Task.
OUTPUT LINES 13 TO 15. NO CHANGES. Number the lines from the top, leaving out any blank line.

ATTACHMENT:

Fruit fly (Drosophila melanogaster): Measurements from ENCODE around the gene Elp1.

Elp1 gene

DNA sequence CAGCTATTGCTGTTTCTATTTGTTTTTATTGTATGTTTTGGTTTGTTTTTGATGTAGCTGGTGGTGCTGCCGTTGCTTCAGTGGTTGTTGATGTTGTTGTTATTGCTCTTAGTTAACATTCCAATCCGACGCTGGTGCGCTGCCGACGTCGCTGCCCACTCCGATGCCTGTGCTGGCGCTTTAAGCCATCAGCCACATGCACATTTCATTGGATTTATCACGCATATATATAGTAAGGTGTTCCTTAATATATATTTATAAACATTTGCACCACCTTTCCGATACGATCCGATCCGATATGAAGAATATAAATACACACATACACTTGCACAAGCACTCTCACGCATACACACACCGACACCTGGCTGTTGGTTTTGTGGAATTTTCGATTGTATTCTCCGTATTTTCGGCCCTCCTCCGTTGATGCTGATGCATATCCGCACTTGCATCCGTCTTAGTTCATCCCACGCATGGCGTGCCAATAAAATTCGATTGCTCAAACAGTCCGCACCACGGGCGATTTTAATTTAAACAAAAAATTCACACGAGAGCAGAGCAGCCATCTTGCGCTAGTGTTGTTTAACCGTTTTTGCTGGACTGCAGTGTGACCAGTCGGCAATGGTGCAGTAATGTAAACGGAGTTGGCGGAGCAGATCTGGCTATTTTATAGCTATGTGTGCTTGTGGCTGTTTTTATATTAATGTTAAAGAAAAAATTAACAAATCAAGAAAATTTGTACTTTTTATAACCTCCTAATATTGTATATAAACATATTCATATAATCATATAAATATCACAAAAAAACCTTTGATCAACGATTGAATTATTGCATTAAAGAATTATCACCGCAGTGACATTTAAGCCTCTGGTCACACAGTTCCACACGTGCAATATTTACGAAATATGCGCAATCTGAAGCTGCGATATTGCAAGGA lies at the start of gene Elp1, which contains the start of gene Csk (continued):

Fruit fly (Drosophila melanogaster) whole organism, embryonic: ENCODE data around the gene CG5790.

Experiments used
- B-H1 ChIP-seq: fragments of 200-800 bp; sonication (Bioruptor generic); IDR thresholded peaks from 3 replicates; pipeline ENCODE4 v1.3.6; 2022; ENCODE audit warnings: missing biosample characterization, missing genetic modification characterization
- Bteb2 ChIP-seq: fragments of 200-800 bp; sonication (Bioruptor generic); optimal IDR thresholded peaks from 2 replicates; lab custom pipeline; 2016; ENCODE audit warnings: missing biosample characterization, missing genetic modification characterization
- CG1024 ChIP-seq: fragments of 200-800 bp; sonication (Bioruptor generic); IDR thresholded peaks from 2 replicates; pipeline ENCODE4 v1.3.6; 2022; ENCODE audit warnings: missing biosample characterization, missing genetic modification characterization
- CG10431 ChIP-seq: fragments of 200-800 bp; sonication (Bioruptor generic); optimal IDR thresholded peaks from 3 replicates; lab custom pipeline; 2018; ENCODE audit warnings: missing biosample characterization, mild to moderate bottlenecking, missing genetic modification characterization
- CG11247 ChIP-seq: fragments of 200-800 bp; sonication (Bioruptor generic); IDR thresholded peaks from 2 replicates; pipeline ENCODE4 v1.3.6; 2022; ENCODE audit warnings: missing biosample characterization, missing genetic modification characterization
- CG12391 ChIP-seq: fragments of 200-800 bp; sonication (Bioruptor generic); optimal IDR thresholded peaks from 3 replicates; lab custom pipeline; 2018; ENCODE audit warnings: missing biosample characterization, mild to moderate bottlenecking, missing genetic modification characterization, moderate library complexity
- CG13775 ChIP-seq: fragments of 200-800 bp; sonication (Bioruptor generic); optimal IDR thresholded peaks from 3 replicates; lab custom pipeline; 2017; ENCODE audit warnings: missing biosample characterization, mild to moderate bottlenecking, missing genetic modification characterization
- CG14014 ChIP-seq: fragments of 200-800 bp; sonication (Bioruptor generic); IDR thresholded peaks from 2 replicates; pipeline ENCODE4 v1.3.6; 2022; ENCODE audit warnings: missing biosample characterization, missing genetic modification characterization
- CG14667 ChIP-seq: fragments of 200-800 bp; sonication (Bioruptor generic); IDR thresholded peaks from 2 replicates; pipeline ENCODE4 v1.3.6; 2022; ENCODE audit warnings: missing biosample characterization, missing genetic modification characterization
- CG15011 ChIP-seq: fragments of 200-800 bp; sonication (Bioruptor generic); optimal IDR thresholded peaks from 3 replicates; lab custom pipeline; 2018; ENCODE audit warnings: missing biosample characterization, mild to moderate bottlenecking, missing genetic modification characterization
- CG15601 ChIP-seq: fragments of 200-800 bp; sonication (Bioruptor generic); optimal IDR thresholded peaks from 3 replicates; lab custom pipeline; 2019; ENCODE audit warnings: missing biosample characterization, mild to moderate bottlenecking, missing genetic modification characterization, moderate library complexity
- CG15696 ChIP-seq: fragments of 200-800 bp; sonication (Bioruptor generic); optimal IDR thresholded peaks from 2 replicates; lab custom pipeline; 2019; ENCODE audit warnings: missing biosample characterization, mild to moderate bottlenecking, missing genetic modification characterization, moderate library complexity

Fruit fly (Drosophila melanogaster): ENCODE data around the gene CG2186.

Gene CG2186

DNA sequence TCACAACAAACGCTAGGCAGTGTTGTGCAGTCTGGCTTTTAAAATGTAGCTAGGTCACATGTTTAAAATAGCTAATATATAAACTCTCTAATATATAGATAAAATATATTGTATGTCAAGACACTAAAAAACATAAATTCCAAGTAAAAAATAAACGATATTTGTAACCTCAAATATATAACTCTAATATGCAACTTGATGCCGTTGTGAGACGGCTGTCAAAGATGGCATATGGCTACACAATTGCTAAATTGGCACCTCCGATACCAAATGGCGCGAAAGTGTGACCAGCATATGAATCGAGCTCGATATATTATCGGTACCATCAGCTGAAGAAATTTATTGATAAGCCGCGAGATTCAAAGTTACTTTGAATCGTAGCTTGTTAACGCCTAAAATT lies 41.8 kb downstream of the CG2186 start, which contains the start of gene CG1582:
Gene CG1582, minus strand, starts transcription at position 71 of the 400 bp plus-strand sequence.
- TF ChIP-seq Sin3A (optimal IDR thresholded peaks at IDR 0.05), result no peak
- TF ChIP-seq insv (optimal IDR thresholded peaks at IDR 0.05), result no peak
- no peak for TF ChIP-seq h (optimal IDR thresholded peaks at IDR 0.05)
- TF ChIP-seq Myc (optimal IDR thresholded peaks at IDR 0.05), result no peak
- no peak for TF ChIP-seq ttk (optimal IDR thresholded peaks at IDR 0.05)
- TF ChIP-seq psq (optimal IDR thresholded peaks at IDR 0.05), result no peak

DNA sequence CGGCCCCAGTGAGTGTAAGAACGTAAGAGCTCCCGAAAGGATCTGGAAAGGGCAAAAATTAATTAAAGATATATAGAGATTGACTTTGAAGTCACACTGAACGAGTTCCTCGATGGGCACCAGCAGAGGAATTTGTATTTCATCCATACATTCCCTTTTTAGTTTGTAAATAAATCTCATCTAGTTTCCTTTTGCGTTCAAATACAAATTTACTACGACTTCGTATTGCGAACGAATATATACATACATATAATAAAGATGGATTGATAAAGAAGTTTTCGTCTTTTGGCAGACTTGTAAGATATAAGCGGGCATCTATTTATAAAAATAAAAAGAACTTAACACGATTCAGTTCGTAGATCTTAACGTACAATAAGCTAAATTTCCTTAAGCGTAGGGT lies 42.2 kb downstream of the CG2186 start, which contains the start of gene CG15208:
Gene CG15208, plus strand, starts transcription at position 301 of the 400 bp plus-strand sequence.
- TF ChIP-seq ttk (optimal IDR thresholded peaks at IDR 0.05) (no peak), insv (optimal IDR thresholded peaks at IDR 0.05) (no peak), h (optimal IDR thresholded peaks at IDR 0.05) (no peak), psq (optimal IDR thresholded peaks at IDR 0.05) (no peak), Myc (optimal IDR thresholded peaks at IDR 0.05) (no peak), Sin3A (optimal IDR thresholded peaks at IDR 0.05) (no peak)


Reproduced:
- CG14014 ChIP-seq: fragments of 200-800 bp; sonication (Bioruptor generic); IDR thresholded peaks from 2 replicates; pipeline ENCODE4 v1.3.6; 2022; ENCODE audit warnings: missing biosample characterization, missing genetic modification characterization
- CG14667 ChIP-seq: fragments of 200-800 bp; sonication (Bioruptor generic); IDR thresholded peaks from 2 replicates; pipeline ENCODE4 v1.3.6; 2022; ENCODE audit warnings: missing biosample characterization, missing genetic modification characterization
- CG15011 ChIP-seq: fragments of 200-800 bp; sonication (Bioruptor generic); optimal IDR thresholded peaks from 3 replicates; lab custom pipeline; 2018; ENCODE audit warnings: missing biosample characterization, mild to moderate bottlenecking, missing genetic modification characterization